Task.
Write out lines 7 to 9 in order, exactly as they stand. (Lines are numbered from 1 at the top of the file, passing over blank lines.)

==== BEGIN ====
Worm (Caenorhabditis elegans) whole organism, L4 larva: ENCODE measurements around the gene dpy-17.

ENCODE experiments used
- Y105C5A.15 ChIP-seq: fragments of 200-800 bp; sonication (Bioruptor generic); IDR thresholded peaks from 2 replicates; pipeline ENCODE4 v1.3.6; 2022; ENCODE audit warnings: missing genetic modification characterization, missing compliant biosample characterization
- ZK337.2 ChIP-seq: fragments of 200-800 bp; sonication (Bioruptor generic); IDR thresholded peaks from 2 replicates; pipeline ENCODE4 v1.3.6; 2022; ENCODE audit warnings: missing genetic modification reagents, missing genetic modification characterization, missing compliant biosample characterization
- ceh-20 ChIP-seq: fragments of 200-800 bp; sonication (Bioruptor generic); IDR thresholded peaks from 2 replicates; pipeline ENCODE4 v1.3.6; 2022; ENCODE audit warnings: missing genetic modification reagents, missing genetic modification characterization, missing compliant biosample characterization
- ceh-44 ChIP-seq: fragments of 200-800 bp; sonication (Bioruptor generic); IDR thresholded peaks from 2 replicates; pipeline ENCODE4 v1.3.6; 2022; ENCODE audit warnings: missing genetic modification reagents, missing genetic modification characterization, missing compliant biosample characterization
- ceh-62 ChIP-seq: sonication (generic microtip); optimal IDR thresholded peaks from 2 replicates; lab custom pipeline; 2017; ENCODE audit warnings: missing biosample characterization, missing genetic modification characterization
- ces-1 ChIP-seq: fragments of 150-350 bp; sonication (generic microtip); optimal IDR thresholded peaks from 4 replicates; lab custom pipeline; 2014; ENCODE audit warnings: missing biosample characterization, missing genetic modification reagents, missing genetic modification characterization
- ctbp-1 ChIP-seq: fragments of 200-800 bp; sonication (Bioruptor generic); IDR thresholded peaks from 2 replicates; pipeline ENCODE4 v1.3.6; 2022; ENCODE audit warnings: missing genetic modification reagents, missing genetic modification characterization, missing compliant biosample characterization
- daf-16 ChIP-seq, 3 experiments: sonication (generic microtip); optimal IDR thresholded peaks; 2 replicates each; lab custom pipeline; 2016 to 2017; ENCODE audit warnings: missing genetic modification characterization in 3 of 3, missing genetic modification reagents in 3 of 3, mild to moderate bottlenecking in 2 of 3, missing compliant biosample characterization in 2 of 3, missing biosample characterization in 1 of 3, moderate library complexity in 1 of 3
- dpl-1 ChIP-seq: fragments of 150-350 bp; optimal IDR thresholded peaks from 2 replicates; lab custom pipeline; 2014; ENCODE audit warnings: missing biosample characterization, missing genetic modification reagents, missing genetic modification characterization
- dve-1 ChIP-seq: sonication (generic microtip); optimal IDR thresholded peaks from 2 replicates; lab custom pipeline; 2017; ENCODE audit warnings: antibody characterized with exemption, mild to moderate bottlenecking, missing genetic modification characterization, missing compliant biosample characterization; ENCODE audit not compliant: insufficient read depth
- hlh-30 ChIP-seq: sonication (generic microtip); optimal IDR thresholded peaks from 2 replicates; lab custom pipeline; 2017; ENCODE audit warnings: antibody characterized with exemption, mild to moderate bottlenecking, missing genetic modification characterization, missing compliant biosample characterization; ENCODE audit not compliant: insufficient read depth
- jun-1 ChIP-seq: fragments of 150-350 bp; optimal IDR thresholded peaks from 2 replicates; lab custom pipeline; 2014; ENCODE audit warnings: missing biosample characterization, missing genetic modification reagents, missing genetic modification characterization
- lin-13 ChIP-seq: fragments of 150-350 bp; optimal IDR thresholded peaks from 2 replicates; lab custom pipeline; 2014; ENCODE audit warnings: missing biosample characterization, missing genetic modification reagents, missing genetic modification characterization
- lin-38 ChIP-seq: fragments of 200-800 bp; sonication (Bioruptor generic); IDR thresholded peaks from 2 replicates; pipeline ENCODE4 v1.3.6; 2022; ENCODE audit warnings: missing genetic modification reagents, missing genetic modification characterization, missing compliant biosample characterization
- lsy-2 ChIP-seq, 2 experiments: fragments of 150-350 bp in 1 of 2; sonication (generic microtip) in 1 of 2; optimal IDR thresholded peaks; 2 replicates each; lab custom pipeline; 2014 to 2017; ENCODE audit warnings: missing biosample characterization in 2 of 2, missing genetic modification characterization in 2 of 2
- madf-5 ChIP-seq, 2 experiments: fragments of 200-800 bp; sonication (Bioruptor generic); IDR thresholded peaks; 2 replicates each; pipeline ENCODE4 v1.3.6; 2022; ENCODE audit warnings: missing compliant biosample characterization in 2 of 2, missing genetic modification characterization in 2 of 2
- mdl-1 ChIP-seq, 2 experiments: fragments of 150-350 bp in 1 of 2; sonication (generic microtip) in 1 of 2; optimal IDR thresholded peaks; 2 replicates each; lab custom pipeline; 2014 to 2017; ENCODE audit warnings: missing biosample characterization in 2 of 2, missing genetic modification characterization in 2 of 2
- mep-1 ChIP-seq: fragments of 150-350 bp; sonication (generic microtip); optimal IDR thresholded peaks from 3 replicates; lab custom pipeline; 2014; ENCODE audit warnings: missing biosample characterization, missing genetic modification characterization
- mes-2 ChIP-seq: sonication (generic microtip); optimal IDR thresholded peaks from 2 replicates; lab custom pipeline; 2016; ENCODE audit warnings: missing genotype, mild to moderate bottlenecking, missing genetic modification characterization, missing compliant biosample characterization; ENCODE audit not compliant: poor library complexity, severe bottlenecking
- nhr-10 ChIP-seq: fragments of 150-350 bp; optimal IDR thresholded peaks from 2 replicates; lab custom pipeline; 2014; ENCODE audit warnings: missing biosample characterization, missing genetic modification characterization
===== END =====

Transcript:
- ceh-62 ChIP-seq: sonication (generic microtip); optimal IDR thresholded peaks from 2 replicates; lab custom pipeline; 2017; ENCODE audit warnings: missing biosample characterization, missing genetic modification characterization
- ces-1 ChIP-seq: fragments of 150-350 bp; sonication (generic microtip); optimal IDR thresholded peaks from 4 replicates; lab custom pipeline; 2014; ENCODE audit warnings: missing biosample characterization, missing genetic modification reagents, missing genetic modification characterization
- ctbp-1 ChIP-seq: fragments of 200-800 bp; sonication (Bioruptor generic); IDR thresholded peaks from 2 replicates; pipeline ENCODE4 v1.3.6; 2022; ENCODE audit warnings: missing genetic modification reagents, missing genetic modification characterization, missing compliant biosample characterization